Matty Ryan, our sacrificial speaker, eased us in to the night as he explained how the Irish have adapted the English language and made it more colourful, replacing the ever-so-awfully 'I'm an idiot' with 'I'm a right feckin' eejit'.
With judges Richard Holmes, Pat Kelly, Robin Gilpin, Donal O'Neill, and Gretchen Meddaugh primed to start, the competition got underway.
First up, Patrick McMenamin (winner of the 2012 GOTG), added a touch of style to the night by appearing in his kilt and taking us through his experience of the Hungarian Post Office. Yes, it's been done before, and memorably too, back in 2012, when Declan Hannigan did it justice. But Patrick brought his own twist to it, as he waxed nostalgically about brown knitted curtains. His road to the final saw him give two other prepared speeches, one on putting together an Ikea bed while under the influence and another on his manifesto were he to run for Mayor.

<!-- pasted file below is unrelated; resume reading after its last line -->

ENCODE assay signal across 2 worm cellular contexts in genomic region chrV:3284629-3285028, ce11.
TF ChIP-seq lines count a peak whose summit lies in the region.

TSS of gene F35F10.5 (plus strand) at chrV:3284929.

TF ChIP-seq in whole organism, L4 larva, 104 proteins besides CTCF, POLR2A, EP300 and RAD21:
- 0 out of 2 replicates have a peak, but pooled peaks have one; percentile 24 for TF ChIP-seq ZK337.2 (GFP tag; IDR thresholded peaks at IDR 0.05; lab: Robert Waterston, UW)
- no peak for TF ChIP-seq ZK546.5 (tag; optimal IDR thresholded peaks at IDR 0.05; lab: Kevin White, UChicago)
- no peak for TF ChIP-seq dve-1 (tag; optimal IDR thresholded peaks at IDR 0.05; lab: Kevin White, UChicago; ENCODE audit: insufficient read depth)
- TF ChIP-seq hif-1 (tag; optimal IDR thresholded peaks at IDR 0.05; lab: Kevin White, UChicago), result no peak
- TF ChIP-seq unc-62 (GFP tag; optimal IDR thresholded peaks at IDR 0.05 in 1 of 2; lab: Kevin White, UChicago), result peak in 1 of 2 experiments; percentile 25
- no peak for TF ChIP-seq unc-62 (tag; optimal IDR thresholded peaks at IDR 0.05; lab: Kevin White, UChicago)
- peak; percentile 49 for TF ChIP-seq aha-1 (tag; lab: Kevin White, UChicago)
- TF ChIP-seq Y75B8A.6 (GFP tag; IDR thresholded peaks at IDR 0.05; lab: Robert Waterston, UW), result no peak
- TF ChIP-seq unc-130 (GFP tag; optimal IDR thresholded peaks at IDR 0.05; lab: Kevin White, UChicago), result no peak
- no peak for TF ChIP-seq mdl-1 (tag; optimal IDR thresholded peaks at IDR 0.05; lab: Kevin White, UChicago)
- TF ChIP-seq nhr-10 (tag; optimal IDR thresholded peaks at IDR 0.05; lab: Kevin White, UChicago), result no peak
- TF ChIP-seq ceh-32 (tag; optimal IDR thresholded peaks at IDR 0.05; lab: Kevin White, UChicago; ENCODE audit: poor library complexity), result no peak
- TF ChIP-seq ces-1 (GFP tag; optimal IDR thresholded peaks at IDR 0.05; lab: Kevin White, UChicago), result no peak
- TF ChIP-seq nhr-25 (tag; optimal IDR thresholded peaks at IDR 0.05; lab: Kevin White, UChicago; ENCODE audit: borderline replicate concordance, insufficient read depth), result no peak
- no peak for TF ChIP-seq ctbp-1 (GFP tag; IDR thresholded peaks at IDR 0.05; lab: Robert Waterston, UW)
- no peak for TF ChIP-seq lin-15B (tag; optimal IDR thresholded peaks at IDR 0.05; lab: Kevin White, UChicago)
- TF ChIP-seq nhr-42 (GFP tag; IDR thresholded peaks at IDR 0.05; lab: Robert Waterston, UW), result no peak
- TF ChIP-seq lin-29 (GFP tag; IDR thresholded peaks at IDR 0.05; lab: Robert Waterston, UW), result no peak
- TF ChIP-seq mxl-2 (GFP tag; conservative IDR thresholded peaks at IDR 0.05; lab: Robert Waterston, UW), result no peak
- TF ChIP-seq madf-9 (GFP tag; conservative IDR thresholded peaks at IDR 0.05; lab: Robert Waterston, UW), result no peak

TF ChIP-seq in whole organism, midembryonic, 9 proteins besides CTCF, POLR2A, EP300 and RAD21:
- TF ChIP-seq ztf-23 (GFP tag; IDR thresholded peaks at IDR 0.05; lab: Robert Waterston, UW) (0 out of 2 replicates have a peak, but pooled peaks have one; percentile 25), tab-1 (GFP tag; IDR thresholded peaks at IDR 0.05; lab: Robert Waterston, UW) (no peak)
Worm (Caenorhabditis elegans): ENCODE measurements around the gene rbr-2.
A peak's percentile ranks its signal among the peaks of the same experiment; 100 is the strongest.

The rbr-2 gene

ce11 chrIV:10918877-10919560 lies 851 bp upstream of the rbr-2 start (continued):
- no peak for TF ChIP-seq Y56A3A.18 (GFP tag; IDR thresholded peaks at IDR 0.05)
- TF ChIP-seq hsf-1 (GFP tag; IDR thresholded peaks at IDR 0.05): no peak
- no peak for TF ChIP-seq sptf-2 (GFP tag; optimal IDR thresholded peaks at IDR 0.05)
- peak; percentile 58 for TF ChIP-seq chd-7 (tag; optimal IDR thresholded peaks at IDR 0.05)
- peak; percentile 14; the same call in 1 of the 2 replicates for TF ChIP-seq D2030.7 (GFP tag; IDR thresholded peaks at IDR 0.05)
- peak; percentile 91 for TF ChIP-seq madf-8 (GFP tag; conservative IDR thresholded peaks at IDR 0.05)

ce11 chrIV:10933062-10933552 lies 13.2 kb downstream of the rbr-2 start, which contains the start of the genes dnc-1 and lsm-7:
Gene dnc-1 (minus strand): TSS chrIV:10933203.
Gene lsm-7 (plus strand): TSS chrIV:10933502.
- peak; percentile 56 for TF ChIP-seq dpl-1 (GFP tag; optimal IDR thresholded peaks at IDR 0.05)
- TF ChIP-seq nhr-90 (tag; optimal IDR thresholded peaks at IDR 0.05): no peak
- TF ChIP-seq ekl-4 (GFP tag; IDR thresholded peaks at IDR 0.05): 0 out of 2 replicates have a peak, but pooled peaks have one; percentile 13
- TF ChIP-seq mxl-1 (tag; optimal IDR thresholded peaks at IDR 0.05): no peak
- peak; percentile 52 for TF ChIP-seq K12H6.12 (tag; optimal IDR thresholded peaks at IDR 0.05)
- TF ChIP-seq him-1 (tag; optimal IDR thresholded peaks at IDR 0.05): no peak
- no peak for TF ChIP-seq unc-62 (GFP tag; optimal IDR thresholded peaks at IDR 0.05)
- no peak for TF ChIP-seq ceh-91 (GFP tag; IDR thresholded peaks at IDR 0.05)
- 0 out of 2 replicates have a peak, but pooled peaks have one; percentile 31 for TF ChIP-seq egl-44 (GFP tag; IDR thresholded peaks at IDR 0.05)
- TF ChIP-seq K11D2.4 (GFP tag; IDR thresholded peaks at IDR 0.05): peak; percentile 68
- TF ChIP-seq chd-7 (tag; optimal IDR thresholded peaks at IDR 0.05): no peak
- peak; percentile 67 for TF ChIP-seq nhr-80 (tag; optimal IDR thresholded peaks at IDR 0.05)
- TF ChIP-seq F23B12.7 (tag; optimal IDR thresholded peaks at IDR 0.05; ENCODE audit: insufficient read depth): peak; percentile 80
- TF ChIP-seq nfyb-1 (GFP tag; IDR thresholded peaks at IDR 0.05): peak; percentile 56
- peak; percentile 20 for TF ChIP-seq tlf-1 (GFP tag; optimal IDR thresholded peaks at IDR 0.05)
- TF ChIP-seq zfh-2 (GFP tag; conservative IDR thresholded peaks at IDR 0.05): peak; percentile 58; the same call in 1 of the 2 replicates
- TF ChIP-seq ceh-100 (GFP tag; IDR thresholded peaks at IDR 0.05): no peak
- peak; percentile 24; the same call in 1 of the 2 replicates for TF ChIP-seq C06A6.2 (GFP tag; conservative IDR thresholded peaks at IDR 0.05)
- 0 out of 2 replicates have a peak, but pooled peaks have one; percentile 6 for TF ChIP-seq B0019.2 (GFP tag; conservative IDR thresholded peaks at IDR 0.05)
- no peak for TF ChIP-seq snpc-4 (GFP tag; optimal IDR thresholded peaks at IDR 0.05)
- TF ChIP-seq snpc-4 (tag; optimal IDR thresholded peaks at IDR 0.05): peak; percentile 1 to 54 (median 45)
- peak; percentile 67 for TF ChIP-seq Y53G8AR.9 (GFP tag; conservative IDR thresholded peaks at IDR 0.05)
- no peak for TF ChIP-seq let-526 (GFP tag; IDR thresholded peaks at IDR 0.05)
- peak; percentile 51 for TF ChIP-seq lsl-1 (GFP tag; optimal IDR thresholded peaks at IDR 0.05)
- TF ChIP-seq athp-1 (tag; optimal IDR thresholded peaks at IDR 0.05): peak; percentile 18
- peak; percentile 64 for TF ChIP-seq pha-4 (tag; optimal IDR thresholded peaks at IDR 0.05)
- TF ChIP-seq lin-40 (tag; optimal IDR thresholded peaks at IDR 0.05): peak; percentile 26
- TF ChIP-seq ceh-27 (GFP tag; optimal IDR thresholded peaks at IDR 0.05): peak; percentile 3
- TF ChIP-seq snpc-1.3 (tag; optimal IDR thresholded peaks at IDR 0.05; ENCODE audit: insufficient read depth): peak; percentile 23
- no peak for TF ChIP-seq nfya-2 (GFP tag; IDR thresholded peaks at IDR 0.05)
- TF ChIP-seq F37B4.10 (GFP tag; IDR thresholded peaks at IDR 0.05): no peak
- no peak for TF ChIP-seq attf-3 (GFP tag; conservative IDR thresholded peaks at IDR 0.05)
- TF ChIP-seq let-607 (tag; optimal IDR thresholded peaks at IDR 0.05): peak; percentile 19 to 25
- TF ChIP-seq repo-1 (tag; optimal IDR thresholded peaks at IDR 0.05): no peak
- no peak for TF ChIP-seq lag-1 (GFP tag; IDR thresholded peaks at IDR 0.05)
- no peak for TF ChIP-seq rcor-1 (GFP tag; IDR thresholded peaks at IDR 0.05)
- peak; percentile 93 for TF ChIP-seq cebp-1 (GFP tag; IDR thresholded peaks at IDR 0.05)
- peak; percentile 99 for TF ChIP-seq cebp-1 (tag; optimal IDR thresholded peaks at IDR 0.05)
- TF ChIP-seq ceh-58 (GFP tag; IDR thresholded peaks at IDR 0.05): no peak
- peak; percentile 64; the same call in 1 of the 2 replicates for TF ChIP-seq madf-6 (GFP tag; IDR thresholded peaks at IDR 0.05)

Second up, American Hans Peterson, who won the 2013 competition with a speech about his mother's success with Internet dating and a second that wove religion, mid-life crises, and Facebook together, declared his candidacy for US President. By his reckoning, America needs a ginger (rhyme with ringer) in the White House.
Next the 2014 winner, Hungarian Viktor Morandini, who got his place in the final on the back of two other prepared speeches - the perks of being dumped and the difficulties of putting on weight - shared my angst at not having an Irish competitor in the final and sought to reassure me that each of the five competitors had some Irish trait that would serve them well. And he had the phrase of the night - the best non-sport, non-naked time he'd spent - now if only I could remember what he was doing...
British/Hungarian Jennifer Walker talked about failure, even though as winner of the 2015 final, her road to Friday night was paved with successful speeches on expat drinking habits and travels in India. Her witty account of her attempt to complete a half-marathon and her realisation that she's a walker, not a runner resonated.